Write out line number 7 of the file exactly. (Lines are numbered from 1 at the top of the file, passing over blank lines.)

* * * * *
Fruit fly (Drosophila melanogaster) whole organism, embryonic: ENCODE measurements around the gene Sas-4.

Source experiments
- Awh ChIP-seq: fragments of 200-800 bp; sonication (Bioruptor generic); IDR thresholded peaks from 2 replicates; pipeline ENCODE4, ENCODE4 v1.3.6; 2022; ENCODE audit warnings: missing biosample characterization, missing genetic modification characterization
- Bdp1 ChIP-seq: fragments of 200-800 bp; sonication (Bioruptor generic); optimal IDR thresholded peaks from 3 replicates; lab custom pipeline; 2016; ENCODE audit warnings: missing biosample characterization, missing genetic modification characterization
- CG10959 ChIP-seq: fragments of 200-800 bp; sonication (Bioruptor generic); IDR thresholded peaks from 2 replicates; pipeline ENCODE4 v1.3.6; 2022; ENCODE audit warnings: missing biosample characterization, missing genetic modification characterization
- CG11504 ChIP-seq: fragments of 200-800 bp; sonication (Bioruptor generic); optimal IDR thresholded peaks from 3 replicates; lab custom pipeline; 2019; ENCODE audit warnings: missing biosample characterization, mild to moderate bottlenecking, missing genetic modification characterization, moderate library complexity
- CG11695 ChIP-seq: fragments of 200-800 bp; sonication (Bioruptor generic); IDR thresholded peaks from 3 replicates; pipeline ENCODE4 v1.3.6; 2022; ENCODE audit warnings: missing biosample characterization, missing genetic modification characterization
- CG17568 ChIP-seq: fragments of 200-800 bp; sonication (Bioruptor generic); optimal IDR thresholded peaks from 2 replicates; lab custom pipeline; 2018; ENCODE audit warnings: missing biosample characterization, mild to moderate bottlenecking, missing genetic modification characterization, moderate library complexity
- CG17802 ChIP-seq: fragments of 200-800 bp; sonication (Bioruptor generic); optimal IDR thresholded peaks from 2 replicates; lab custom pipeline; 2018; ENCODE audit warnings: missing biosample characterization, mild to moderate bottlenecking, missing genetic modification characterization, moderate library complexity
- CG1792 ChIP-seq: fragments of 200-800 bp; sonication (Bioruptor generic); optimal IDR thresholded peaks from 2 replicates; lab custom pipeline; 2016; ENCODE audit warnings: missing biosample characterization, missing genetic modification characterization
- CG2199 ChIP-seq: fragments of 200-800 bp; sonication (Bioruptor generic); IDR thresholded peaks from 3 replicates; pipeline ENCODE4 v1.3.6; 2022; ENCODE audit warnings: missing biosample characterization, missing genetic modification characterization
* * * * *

- CG11695 ChIP-seq: fragments of 200-800 bp; sonication (Bioruptor generic); IDR thresholded peaks from 3 replicates; pipeline ENCODE4 v1.3.6; 2022; ENCODE audit warnings: missing biosample characterization, missing genetic modification characterization